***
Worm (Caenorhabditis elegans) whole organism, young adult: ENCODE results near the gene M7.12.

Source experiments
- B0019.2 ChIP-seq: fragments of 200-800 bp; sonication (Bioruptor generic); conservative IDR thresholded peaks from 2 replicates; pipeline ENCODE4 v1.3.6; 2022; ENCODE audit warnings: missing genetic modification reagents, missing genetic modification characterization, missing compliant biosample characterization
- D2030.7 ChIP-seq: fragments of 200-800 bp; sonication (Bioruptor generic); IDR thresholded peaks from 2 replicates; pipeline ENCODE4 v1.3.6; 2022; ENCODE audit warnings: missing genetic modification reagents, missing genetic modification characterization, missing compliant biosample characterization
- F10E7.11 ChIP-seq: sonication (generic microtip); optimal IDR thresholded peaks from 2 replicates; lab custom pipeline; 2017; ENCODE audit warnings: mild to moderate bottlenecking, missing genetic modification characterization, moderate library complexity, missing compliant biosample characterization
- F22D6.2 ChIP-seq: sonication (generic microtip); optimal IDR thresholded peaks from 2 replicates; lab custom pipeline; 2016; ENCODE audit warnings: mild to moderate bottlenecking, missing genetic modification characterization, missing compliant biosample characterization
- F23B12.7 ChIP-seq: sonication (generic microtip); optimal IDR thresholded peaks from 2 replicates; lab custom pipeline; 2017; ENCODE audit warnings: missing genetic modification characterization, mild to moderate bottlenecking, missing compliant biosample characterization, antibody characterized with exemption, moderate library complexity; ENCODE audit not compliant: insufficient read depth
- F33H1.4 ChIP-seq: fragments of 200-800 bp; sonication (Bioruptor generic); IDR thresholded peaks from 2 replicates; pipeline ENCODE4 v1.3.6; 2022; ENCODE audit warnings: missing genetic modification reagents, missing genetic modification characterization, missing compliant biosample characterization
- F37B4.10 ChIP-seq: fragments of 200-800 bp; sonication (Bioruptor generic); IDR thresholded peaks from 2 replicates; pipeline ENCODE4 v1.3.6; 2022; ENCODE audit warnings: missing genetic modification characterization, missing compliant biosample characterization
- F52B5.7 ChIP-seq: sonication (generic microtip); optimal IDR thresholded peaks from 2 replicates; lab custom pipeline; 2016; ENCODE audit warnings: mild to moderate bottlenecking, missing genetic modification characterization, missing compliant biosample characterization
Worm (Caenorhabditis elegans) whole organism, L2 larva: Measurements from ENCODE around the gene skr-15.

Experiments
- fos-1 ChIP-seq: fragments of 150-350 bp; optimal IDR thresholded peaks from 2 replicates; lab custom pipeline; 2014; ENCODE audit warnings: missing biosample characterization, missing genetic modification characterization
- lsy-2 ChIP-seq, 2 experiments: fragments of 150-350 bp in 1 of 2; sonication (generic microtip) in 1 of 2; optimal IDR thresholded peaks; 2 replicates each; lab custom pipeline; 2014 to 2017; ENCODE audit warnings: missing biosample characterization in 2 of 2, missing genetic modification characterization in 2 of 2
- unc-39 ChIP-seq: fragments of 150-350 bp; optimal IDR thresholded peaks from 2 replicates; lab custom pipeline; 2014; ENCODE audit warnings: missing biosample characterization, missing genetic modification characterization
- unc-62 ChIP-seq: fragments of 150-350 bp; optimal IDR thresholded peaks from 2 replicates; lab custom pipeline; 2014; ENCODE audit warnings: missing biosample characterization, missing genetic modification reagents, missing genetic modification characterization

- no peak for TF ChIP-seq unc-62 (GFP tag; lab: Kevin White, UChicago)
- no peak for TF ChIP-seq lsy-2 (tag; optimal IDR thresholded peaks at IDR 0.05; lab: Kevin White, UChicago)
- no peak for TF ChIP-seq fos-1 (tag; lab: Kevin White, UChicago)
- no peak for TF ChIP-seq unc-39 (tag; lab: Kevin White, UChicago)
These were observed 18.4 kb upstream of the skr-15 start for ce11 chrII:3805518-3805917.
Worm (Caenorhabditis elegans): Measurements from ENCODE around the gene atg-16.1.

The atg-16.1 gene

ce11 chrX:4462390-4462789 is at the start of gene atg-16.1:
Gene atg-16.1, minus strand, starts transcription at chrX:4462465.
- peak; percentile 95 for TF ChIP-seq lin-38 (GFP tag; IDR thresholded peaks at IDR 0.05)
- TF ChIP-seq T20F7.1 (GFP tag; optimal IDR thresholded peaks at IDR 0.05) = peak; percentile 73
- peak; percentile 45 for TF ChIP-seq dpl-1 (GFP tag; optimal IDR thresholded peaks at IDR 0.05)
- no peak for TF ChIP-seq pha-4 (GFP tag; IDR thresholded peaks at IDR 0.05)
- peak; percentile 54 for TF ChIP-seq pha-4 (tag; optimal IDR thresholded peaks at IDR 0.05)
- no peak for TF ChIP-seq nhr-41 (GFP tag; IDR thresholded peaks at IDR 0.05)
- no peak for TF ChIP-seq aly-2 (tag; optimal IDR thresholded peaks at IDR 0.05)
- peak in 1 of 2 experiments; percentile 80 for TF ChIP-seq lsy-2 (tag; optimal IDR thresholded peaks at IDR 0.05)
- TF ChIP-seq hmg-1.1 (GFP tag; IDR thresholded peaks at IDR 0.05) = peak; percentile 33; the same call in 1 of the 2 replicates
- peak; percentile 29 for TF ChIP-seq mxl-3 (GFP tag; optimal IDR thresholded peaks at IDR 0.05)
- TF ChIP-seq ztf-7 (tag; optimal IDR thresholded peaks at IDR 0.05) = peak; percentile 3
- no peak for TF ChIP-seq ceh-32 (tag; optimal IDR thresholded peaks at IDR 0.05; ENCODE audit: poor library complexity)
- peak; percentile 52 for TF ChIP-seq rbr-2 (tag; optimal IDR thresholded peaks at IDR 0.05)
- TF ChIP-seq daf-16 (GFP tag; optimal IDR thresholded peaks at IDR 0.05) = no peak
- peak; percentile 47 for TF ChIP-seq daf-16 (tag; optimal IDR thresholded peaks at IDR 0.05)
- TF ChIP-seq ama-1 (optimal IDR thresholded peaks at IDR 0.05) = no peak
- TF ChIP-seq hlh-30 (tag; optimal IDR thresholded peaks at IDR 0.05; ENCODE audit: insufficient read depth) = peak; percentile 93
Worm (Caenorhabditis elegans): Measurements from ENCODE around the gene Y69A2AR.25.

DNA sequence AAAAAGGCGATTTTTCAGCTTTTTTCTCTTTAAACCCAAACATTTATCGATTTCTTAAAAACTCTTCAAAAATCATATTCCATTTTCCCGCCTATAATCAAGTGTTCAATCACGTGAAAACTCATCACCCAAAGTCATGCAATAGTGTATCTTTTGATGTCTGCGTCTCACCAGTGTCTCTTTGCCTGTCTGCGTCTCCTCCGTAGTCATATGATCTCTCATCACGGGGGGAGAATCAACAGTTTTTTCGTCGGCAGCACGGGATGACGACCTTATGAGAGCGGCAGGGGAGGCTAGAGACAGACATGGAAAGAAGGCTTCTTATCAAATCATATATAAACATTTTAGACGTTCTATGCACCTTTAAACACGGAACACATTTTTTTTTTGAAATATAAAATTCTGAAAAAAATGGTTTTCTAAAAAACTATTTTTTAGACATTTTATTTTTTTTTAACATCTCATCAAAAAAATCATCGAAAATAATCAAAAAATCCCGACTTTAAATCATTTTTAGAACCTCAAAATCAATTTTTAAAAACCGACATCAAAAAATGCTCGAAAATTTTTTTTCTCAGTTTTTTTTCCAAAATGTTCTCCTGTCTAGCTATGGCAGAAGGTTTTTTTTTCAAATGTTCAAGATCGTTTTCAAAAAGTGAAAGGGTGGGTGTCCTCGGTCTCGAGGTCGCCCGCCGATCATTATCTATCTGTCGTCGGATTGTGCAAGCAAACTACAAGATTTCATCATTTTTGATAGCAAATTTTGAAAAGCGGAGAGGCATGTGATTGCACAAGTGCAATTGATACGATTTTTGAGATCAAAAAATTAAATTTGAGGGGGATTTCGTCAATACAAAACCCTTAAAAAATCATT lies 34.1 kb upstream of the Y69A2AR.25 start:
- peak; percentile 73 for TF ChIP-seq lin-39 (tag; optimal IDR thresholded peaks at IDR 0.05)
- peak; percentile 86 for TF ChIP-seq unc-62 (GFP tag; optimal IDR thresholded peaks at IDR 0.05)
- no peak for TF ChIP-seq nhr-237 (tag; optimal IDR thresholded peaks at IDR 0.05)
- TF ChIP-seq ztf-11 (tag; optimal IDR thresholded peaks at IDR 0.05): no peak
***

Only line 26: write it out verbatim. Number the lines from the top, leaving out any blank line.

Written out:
- peak; percentile 95 for TF ChIP-seq lin-38 (GFP tag; IDR thresholded peaks at IDR 0.05)